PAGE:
Keeping families together is an American value

Criminal charges brought by Special Counsel Robert Mueller. Possibility of Russian hacking upcoming elections. A trade war destined to destroy more U.S. jobs than it creates.

The scrapping of clean air and water regulations. The end of affordable insurance coverage for those with pre-existing conditions. Net neutrality’s demise, rising gas prices, work requirements for SNAP (food stamps).

All are possible column topics.

But traumatized children occupy my thoughts.

Separating children, especially infants and toddlers, from mothers and fathers is not politics as usual. It is cruel and unusual punishment — of the innocent.

Americans once inflicted such suffering on blacks and American Indians, but over the past century we’ve developed a more just society that gives substance to the values we profess, values rooted in the Christian admonition to treat others as we’d like to be treated.

What was the president thinking of?

His administration has presented several arguments: seizing children would stop families from coming; the parents committed a crime entering the country illegally; current law requires such separation.

All are false.

The flood of people at our border are not ordinary immigrants, but refugees. They have fled violence in Guatemala, Honduras and El Salvador in hopes that U.S. immigration judges will agree that their lives would be in danger if they returned.

For 50 years the United States has honored an international protocol for the humane treatment of refugees. One provision clearly states that refugees who contact a border agent and seek asylum cannot be prosecuted for illegal entry (http://www.unhcr.org/3b66c2aa10.html).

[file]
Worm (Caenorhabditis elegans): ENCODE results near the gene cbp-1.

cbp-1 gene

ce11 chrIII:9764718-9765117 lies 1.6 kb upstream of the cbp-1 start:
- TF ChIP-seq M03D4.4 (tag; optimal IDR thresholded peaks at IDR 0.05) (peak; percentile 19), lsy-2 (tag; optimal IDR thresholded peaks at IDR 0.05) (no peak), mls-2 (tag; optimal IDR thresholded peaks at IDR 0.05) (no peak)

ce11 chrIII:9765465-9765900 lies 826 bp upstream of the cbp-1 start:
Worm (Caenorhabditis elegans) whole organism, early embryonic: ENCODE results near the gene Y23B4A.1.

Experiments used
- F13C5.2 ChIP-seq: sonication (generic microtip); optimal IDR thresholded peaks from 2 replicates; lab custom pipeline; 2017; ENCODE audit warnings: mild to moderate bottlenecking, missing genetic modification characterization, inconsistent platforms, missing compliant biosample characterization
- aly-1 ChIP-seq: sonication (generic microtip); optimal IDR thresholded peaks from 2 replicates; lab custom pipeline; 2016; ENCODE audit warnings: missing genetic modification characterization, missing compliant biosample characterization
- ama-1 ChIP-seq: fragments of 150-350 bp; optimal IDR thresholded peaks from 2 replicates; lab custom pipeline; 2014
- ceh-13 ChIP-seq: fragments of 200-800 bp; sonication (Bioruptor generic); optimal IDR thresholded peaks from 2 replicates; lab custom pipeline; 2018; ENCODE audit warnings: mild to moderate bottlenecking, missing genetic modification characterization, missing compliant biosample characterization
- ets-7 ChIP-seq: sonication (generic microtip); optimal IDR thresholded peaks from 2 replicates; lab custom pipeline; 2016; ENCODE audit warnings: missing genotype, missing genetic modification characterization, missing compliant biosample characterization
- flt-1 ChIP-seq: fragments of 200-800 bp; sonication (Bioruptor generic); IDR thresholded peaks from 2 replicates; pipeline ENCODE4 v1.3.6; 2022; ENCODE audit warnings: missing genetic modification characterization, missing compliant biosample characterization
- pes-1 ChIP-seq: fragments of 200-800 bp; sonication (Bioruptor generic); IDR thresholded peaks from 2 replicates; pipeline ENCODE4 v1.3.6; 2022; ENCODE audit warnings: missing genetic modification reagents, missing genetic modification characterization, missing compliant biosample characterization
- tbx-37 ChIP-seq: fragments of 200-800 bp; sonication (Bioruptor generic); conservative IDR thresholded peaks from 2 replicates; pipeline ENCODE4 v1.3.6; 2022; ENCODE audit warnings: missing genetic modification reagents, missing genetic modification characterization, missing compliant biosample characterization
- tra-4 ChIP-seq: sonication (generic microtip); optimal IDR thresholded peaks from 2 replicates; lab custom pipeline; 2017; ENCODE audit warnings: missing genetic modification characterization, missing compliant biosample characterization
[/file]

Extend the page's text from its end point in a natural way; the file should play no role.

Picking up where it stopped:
During weeks of walking, most refugees failed to learn about President Trump’s tweets that border agents would seize children. And, no, there is no “Democrat law” requiring seizures, and they were not done previously. President Obama had enough problems providing for minors arriving at the border without parents. And federal courts ruled he couldn’t keep families in detention centers more than 20 days.

President Trump had to know that the courts would not allow his policy of seizing children to continue. So what was he hoping to accomplish?

He could assure his supporters he was a bold strongman standing against an invasion of immigrants.

Moreover, by getting others to attack his acts, he would drive home the need for his supporters to rally behind him.

He could claim that Democrats support open borders.

He could gain support for the two harsh immigration reform bills Republicans are proposing and kill any chance for a bipartisan bill.

And he could call for a great “red wave” in November to see that the harsher bills will pass.

It’s a classic “us versus them” move aimed at dividing the strong majority that favors reasonable immigration reform and continuation of DACA.

And it only required sacrificing a couple thousand families. (Reuniting them didn’t add anything to the plan so there was no database linking the seized children to their parents. Strong leaders don’t let the suffering of others slow them down.)

We won’t know until November whether President Trump calculated correctly.

I like to think, however, that the strength of response from the American people shocked him.

They gathered at border crossings and airports. They hounded their representatives. Flight attendants pushed the airlines not to fly the children without their parents.

Laura Bush wrote an editorial condemning the practice, and Michelle Obama praised her.

And Southern Baptist leaders in convention unanimously passed a resolution stating that “God commands His people to treat immigrants with the same respect and dignity as those native born.”

I am proud so many share American values.

 

Note this editorial published by Idaho Tribune June 25, 2018

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